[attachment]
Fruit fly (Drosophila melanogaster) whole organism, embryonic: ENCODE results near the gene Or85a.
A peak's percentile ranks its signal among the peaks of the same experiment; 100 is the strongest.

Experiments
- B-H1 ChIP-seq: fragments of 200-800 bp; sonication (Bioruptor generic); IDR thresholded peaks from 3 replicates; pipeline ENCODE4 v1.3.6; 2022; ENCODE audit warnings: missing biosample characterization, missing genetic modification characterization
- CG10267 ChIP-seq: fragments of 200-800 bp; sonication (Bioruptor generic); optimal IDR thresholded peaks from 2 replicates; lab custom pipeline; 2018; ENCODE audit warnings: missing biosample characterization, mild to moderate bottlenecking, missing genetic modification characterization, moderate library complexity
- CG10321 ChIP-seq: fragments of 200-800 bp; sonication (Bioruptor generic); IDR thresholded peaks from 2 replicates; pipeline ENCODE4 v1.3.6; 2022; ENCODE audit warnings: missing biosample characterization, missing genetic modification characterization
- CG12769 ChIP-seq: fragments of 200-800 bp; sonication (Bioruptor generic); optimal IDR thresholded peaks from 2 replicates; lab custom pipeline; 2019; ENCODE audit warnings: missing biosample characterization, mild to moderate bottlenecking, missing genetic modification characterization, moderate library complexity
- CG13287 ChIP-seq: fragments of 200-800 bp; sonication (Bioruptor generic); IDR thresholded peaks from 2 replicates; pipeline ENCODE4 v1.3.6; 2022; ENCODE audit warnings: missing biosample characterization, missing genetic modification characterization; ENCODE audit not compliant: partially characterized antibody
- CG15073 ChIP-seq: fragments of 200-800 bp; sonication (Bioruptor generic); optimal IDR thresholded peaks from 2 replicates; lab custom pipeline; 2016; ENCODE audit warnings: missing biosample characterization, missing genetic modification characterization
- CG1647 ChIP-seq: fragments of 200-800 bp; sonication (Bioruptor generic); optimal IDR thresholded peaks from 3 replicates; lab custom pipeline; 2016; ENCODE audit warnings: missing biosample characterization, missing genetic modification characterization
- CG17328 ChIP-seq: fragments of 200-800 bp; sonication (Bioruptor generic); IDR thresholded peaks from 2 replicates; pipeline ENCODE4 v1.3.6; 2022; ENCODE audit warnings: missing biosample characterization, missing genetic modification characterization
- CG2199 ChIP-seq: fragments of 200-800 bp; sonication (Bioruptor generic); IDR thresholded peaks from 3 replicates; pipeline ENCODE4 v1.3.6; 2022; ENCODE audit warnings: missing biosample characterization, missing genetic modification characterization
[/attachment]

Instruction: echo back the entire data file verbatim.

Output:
Fruit fly (Drosophila melanogaster) whole organism, embryonic: ENCODE results near the gene Or85a.
A peak's percentile ranks its signal among the peaks of the same experiment; 100 is the strongest.

Experiments
- B-H1 ChIP-seq: fragments of 200-800 bp; sonication (Bioruptor generic); IDR thresholded peaks from 3 replicates; pipeline ENCODE4 v1.3.6; 2022; ENCODE audit warnings: missing biosample characterization, missing genetic modification characterization
- CG10267 ChIP-seq: fragments of 200-800 bp; sonication (Bioruptor generic); optimal IDR thresholded peaks from 2 replicates; lab custom pipeline; 2018; ENCODE audit warnings: missing biosample characterization, mild to moderate bottlenecking, missing genetic modification characterization, moderate library complexity
- CG10321 ChIP-seq: fragments of 200-800 bp; sonication (Bioruptor generic); IDR thresholded peaks from 2 replicates; pipeline ENCODE4 v1.3.6; 2022; ENCODE audit warnings: missing biosample characterization, missing genetic modification characterization
- CG12769 ChIP-seq: fragments of 200-800 bp; sonication (Bioruptor generic); optimal IDR thresholded peaks from 2 replicates; lab custom pipeline; 2019; ENCODE audit warnings: missing biosample characterization, mild to moderate bottlenecking, missing genetic modification characterization, moderate library complexity
- CG13287 ChIP-seq: fragments of 200-800 bp; sonication (Bioruptor generic); IDR thresholded peaks from 2 replicates; pipeline ENCODE4 v1.3.6; 2022; ENCODE audit warnings: missing biosample characterization, missing genetic modification characterization; ENCODE audit not compliant: partially characterized antibody
- CG15073 ChIP-seq: fragments of 200-800 bp; sonication (Bioruptor generic); optimal IDR thresholded peaks from 2 replicates; lab custom pipeline; 2016; ENCODE audit warnings: missing biosample characterization, missing genetic modification characterization
- CG1647 ChIP-seq: fragments of 200-800 bp; sonication (Bioruptor generic); optimal IDR thresholded peaks from 3 replicates; lab custom pipeline; 2016; ENCODE audit warnings: missing biosample characterization, missing genetic modification characterization
- CG17328 ChIP-seq: fragments of 200-800 bp; sonication (Bioruptor generic); IDR thresholded peaks from 2 replicates; pipeline ENCODE4 v1.3.6; 2022; ENCODE audit warnings: missing biosample characterization, missing genetic modification characterization
- CG2199 ChIP-seq: fragments of 200-800 bp; sonication (Bioruptor generic); IDR thresholded peaks from 3 replicates; pipeline ENCODE4 v1.3.6; 2022; ENCODE audit warnings: missing biosample characterization, missing genetic modification characterization